In her statement to the House, the Prime Minister commented on the backstop “I have talked in detail about the backstop many times in speeches and statements in this House and in Northern Ireland. I have explained why an insurance policy to guarantee no hard border between Ireland and Northern Ireland is necessary. I know that there are a number of concerns about how it might operate—none greater than the fear that the EU might seek to trap us in it indefinitely.

Along with the Attorney General and the Brexit Secretary, I fought hard and explored every idea and avenue to address these concerns, including a time limit, a unilateral exit mechanism or the replacement of the backstop with alternative arrangements. However, the House knows how complex negotiations work and, ultimately, we have to practise the art of the possible, and I am certain that we have secured the very best changes that were available.”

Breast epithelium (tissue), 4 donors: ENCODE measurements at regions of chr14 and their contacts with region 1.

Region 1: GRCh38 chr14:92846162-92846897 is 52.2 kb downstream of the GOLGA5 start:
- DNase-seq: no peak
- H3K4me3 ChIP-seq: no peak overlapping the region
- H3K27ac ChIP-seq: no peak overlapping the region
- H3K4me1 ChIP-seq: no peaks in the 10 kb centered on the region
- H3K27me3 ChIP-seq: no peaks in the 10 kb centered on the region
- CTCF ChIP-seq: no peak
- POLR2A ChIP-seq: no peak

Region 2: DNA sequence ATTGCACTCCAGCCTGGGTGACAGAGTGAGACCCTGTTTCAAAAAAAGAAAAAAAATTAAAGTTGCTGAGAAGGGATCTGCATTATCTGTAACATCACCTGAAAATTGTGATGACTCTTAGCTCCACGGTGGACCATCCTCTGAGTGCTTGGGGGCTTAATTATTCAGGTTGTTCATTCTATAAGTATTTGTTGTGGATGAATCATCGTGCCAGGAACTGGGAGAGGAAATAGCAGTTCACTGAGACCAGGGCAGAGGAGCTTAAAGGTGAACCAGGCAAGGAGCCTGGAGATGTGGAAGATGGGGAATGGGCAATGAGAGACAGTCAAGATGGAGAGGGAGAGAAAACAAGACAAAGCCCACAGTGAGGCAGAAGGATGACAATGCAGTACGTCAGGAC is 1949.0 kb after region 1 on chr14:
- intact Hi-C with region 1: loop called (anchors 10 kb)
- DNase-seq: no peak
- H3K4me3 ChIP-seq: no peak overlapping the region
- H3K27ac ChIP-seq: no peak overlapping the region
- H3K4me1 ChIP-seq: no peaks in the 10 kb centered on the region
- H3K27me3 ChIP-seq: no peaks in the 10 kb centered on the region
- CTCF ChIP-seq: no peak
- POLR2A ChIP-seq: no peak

Commenting on the three new elements to the deal on the backstop, the Prime Minister said:

“…first is a joint instrument—not a further exchange of letters, but something with comparable legal weight to the withdrawal agreement. It provides a new, concrete, legally binding commitment that the EU cannot act with the intent of applying the backstop indefinitely. Doing so would breach the EU’s obligations under the withdrawal agreement and could be challenged through ​arbitration. Were the EU to be found in breach, the UK could ultimately choose to suspend the backstop altogether, with that suspension lasting unless and until the EU came into compliance with international law. In these circumstances, we could also take proportionate measures to suspend the payments of the financial settlement.